It is estimated that cats kill approximately 1.3-4 billion birds and 6.3-22 billion mammals, annually (Loss, Will, & Marra, 2012). In Canada, this amounts to about 269 million birds and destroy 2 million bird nests in Canada every year (Stewardship Center for BC, 2013). Cats are the single greatest cause of mortality for these species.
While, it may not seem as important for the loss of mice and rats, it is extremely important to help reduce the loss of species such as songbirds, whose numbers are already threatened by flying into windows and being hit by cars. Cats have caused multiple species on several islands to become extinct. We typically don't know the extent of the numbers cats kills since they bring animals home less than 25% of the time (Stewardship Center for BC, 2013)!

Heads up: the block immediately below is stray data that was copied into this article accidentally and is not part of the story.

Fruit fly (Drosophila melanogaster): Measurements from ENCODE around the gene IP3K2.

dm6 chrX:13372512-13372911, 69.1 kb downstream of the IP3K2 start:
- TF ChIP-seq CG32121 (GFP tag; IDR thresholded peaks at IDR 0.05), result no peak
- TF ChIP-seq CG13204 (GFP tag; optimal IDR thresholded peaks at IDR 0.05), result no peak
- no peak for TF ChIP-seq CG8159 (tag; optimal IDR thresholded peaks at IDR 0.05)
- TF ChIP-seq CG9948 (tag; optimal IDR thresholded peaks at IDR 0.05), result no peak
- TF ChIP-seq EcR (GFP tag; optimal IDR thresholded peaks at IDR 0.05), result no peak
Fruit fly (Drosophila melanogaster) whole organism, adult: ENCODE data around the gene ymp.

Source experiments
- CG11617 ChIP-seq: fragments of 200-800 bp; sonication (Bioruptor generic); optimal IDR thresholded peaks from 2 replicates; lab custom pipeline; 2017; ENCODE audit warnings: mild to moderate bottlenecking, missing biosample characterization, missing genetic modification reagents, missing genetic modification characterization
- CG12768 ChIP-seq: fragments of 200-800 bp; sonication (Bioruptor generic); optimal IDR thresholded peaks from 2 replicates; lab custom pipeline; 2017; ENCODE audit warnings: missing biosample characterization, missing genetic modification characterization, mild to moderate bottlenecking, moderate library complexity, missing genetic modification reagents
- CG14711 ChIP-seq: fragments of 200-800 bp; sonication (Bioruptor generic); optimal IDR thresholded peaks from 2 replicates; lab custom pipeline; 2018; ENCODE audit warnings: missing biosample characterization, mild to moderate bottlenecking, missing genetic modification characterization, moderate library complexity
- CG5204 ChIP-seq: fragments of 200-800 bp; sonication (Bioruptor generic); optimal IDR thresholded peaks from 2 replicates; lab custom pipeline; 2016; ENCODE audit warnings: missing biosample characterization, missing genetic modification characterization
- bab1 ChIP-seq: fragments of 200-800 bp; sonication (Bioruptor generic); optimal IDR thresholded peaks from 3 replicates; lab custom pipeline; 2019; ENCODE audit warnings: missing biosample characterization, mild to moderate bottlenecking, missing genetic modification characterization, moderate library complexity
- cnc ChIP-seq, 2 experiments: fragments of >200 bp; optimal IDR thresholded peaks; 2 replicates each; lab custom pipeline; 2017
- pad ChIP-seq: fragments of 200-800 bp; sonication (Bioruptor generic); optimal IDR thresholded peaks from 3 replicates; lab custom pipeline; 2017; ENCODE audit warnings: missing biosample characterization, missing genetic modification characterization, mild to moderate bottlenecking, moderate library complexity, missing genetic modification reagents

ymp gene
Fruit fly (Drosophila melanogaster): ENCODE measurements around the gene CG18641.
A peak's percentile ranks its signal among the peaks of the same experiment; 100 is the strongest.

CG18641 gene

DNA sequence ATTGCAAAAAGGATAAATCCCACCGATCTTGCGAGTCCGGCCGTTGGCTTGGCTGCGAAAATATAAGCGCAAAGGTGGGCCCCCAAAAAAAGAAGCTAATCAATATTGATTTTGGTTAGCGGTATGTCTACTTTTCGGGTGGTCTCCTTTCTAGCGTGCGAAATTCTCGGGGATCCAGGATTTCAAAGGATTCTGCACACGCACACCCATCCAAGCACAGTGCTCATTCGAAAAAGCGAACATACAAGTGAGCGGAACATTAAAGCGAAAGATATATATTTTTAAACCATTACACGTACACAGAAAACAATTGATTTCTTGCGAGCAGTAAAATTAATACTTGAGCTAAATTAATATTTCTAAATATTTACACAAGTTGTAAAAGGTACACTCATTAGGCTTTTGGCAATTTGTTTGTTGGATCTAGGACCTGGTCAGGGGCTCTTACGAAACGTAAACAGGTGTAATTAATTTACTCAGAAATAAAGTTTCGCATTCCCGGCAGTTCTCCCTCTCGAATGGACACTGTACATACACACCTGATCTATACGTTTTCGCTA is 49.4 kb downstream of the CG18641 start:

The best means of prevention is keeping our cats indoors.
Or, bring them outside when they are on a leash, or in a fenced in area. Keeping them indoors also leads to a longer lifespan, and reduces the risk of cat fight injuries and diseases such as fleas, intestinal parasites, and Feline Leukemia Virus and Feline Immunodeficiency Virus (FIV).
If you have an outdoor or indoor/outdoor cat, having something on the cat to scare the birds can help.
Spay and Neuter your pets, and advocate for wild animals to be spayed or neutered as well, to reduce the overpopulation. If you have issues with number of feral cats in your area, notify the Humane Society for solutions such as trapping cats for spay/neuter programs, or adoption if the cats are not feral.
Conservation of species is everyone's responsibility, keeping our native species safe also will help to keep our pets safe!
South Windsor Animal Hospital
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